Entry 1: Out of Our Comfort Zones
I am hoping to be immersed in the culture and learn from the community…
Very soon I will be arriving at Barunga! I have wanted to visit Barunga since starting my undergraduate degree at Flinders University in 2015. I am really looking forward to meeting the people, and sharing daily life with them on Country for the week.
I am hoping to be immersed in the culture and learn from the community about the social systems in operation, and how they influence the daily lives of the people at Barunga. I am expecting to gain practical experience using the ethical protocols fundamental to working with Aboriginal peoples, while recognising the unique needs that are specific to the Barunga community; what is important to community members, and how, under their guidance, I can best assist them with achieving positive outcomes. I am also expecting to observe, learn and participate in the processes used by archaeologists to collaborate with Indigenous community members and anthropologists when conducting archaeology, and to experience using the archaeological field methods involved with Indigenous archaeology.
I am excited to be working on the art project, but am not sure what to expect, and do hope I get to see and learn about rock art during the field trip. I am also looking forward to working with and learning from the archaeologists and anthropologist working with the Barunga community, and from my peers. I love nature and feel privileged to be spending time on Country with the Barunga community. I will not be surprised if I love the experience!
Entry 2: Experiences and Challenges
Learning the rules and protocols has been interesting.
Every day at Barunga has been jam packed with new experiences. Meeting the Traditional Owners (TOs), Custodians and Elders, and their relatives and friends, and dining with them around the camp fire. The kid’s disco at the sheltered outdoor basketball court, the cemetery visit, the rock art site visit, the White Cockatoo dance performance at the gallery in Katherine, dinner at the Katherine RSL club. Church on Sunday, Manyallaluk (Eva Valley) visit to meet with local artists Carol and Richard and learn about basket weaving and painting. It has been non-stop! Night time has also been eventful with loud music (all night long on our first night), buffalo calls, donkey calls, dogs barking and fighting, humans yelling and snoring, firecracker explosions and more.
I am enjoying my time at Barunga, despite experiencing mixed emotions. Highs and lows, good days and bad days. I have been overwhelmed at times trying to balance the expectations of the community, my peers, and tutors, the assessment criteria, the domestic duties around camp as well as my own personal expectations. My biggest challenge has been with documenting everything in my journal as I am experiencing it, as I want to fully engage with the experiences as they occur with the Barunga community, country, my peers and my tutors. There is so much to absorb and experience at Barunga. Learning the rules and protocols has been interesting. It has felt strange not being able to just walk off and explore on my own. I have learnt that it is important to consult with Barunga community members before I take off as there are areas that should not be entered. Like all cultures, Barunga has rules that I must learn if I am to live within the community.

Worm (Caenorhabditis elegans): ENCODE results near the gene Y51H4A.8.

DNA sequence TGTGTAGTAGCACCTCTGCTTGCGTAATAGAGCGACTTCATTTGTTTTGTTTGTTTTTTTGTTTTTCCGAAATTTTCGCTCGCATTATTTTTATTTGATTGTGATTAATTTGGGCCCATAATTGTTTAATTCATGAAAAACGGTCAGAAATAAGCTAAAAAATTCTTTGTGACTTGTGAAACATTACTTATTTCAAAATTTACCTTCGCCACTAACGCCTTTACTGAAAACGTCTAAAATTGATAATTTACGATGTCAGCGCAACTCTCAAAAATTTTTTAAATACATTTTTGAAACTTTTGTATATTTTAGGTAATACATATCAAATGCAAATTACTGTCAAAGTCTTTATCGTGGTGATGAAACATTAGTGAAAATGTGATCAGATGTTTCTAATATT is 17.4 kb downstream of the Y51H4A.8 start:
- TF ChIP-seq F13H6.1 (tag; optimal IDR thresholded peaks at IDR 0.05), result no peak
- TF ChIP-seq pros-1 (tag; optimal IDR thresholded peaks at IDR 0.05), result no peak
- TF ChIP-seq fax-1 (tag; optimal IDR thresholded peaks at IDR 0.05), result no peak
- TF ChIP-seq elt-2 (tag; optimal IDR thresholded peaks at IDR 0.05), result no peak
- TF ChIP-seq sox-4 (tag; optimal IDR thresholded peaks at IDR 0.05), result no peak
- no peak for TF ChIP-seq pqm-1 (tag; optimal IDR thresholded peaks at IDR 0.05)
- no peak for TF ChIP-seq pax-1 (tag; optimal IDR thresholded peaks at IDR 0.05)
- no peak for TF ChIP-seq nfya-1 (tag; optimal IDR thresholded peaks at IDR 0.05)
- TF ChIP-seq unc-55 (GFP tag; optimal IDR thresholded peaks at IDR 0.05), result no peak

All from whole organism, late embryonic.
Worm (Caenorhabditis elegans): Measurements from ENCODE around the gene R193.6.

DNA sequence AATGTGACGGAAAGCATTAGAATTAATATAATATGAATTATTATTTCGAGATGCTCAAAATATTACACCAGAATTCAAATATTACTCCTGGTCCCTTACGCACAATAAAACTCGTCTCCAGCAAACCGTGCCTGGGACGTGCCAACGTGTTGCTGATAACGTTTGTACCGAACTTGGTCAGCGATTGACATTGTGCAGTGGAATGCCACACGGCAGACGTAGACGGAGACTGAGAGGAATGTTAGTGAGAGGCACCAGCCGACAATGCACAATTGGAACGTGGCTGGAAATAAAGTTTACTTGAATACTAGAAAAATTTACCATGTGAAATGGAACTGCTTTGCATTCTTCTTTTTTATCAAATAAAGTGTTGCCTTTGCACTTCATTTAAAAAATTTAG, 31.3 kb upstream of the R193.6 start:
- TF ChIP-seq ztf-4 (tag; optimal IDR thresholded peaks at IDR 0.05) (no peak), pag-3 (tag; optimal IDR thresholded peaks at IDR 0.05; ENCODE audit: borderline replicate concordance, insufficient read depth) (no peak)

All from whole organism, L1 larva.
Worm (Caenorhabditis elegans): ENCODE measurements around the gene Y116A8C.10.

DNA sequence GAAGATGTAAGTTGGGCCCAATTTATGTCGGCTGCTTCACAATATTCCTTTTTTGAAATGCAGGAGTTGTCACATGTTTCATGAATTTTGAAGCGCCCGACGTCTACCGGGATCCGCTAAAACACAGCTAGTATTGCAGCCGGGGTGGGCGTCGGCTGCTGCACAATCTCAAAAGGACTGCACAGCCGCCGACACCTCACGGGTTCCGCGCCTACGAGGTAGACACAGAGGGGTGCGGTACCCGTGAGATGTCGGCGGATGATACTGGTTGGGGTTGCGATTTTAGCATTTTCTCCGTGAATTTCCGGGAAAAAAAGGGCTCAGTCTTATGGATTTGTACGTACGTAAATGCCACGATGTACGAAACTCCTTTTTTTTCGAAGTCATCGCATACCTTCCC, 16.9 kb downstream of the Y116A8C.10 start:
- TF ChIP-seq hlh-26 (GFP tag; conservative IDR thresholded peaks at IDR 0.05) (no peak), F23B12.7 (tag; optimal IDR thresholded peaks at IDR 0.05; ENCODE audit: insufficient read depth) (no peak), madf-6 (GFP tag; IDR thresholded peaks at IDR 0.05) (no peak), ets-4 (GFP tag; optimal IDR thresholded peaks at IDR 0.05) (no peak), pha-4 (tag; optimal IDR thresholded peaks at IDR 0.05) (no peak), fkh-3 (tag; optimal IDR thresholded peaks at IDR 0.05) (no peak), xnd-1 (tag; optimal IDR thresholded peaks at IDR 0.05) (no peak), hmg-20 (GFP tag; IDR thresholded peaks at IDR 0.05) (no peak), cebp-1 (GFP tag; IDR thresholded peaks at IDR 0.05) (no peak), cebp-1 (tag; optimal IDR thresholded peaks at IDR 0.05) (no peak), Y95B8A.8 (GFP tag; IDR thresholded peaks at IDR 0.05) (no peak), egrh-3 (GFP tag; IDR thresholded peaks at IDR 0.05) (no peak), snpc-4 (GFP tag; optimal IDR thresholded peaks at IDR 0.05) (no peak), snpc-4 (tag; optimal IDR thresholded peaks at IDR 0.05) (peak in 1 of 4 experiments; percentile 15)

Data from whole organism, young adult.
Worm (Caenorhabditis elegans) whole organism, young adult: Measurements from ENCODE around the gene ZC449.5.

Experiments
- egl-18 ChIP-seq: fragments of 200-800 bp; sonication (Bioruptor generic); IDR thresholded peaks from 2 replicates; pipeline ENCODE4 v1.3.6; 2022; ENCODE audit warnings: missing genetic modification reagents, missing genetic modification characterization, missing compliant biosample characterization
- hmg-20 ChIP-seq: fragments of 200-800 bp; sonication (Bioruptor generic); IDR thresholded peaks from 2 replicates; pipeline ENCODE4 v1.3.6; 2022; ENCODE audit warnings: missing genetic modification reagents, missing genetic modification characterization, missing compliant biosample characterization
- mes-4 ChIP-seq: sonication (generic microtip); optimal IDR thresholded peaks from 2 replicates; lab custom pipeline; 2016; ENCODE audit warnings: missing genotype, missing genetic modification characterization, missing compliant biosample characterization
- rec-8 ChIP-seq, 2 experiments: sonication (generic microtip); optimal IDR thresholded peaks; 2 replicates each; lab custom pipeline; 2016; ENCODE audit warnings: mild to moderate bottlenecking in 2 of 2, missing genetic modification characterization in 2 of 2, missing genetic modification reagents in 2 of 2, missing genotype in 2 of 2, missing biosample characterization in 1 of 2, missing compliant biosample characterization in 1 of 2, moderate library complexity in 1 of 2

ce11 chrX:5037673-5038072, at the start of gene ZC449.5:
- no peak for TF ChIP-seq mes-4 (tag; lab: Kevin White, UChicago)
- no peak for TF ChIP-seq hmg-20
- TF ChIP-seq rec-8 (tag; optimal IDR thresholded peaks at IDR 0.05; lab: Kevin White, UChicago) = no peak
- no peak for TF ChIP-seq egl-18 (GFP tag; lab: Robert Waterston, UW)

Entry 3: Take Away Thoughts
I learnt that relationship building with community members takes time and is key to the success of community archaeology.
I can’t believe the field school is over already – it went by so quickly! I am very grateful for the time I had at Barunga, but it was rushed at the end and I wished it went for longer. I felt that our cooking and cleaning duties, while necessary, took time away from socialising with community members, and I would have liked more time to just sit and listen and take things in. The camp dinners were special with everyone coming together, and it was lovely spending time with the children – dinner on the last night was not the same with many of the community members absent.
My experiences at the field school showed that archaeology, as well as leading to a greater understanding of the past, can be used to benefit communities and to foster reconciliation between Aboriginal and non-Aboriginal Australians. I learnt that relationship building with community members takes time and is key to the success of community archaeology. Although it feels like I experienced just a snapshot of life at Barunga and still have much to learn, I now have a much better understanding of the consultation process involved in working within an Aboriginal community.
It is a privilege to have participated in the field school and experience life at Barunga. I was especially fortunate, working on the art project, to be out on country with traditional weaver, Carol Pamkal, sourcing colour to be used to dye the pandanas leaves and grasses for weaving.